Sexual harassment was rampant, overt and unchecked — and we didn’t even have a name for it. Anita Hill introduced this phrase to us. And even though it looked like an absolutely awful, humiliating experience for her, and it spawned a backlash of many in-office jokes about sexual  harassment and how touchy women were, it was truly groundbreaking. Her courage and integrity were apparent throughout that broadcast, and her choice to stand up and speak her truth affected us all, shedding light in the dark corners of an insidious kind of social oppression.  I use that word intentionally; I have interviewed psychiatrists and therapists about Post-Traumatic Stress Disorder and was shocked to learn that a large number of people currently being treated are women who are experiencing PTSD from sexual harassment in the workplace. Their words, not mine.

Thank you Anita!

reprinted from an article in Ms. magazine by Jennifer Williams

Photo courtesy of Jenny Warburg

Almost everyone has an Anita Hill story. Some of us remember exactly where we were when that theater of sex, race and gender called a “hearing” was broadcast in primetime. Others recall water-cooler and sidewalk conversations and debates about guilt and innocence, about sexual harassment as a “white lady’s problem,” about the effect of the hearings on the black community. For a number of women, Anita Hill’s testimony resonated with our own experiences–inappropriate comments and sexual innuendo, gropes in elevators and sidelong glances across conference tables, often coming from men in positions to undermine our economic livelihood. Hill’s testimony freed us from our silence.

If you weren’t around then, Anita Hill was called to testify in 1991 in front of the Senate Judiciary Committee about her allegations of sexual harassment by Supreme Court nominee Clarence Thomas. The nationally televised hearings became a media spectacle of sexual and racial shaming. At the same time, those spectacular scenes brought workplace sexual harassment into the homes and imaginations of Americans in an unprecedented way. Twenty years later, the hearings are still engraved in our public memory, and several thousand women and men packed a Hunter College auditorium last week to hear Hill once again bear witness. The conference sought to understand the meaning of what happened in 1991, to determine what (if anything) we have learned since then and to work toward a future free of sexual violence.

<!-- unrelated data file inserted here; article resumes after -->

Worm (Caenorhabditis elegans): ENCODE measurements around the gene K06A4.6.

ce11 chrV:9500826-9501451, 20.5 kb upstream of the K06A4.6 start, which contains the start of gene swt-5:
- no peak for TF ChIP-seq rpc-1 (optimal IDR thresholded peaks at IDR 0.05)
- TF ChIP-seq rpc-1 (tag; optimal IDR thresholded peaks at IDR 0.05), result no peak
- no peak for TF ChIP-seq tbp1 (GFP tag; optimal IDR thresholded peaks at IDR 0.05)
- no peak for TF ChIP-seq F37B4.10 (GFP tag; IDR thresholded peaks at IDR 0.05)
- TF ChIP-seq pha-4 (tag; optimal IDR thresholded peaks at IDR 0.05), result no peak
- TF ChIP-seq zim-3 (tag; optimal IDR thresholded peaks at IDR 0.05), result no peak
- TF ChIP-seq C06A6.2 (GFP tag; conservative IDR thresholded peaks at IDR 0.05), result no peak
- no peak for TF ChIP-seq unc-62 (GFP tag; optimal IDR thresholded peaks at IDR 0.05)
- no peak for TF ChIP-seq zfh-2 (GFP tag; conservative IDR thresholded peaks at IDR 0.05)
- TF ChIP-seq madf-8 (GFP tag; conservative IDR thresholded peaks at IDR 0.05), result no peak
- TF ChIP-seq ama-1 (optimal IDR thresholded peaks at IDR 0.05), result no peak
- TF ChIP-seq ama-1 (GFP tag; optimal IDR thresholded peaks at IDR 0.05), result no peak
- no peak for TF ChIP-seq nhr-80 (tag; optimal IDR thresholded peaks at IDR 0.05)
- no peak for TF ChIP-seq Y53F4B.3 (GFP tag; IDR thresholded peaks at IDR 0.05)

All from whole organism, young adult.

Cultural memory is political work. And it is a kind of work that is most often done by women. Paula Gunn Allen’s statement about the work of memory in indigenous culture, a statement that Gloria Steinem referenced when she took the stage, speaks to the historical significance of unpacking the meaning of the Hill-Thomas hearings in our contemporary moment:

The root of oppression is the loss of memory.

Yale Law professor Judith Resnick, paraphrasing Toni Morrison, told the audience that, “Focus must be on the history ignored, played down, or unknown.” Other speakers, including Lani GuinierCharles OgletreeKimberlé Crenshaw (who was part of Hill’s legal team in 1991), Emily MayAi-jen PooJamia WilsonMelissa Harris-Perryand Catherine MacKinnon, echoed this sentiment.

Throughout the conference, activists and scholars “extended one another’s memory,” as Steinem put it. Speakers foregrounded the pivotal roles black women played in the movement to end sexual harassment. Crenshaw said it was the “erasure of black women’s political agency across time” that led to the bifurcation of black women’s involvement in antiracist activism and their mobilization against sexual harassment. Crenshaw credited works likeDanielle L. McGuire’s The Dark End of the Street with extending our memory of the civil rights movement by reminding us that Rosa Parks’s “first act of courage was not sitting on that bus” but rather “refusing to accept the likely acquittal of a gang of white men who raped a black woman with impunity.”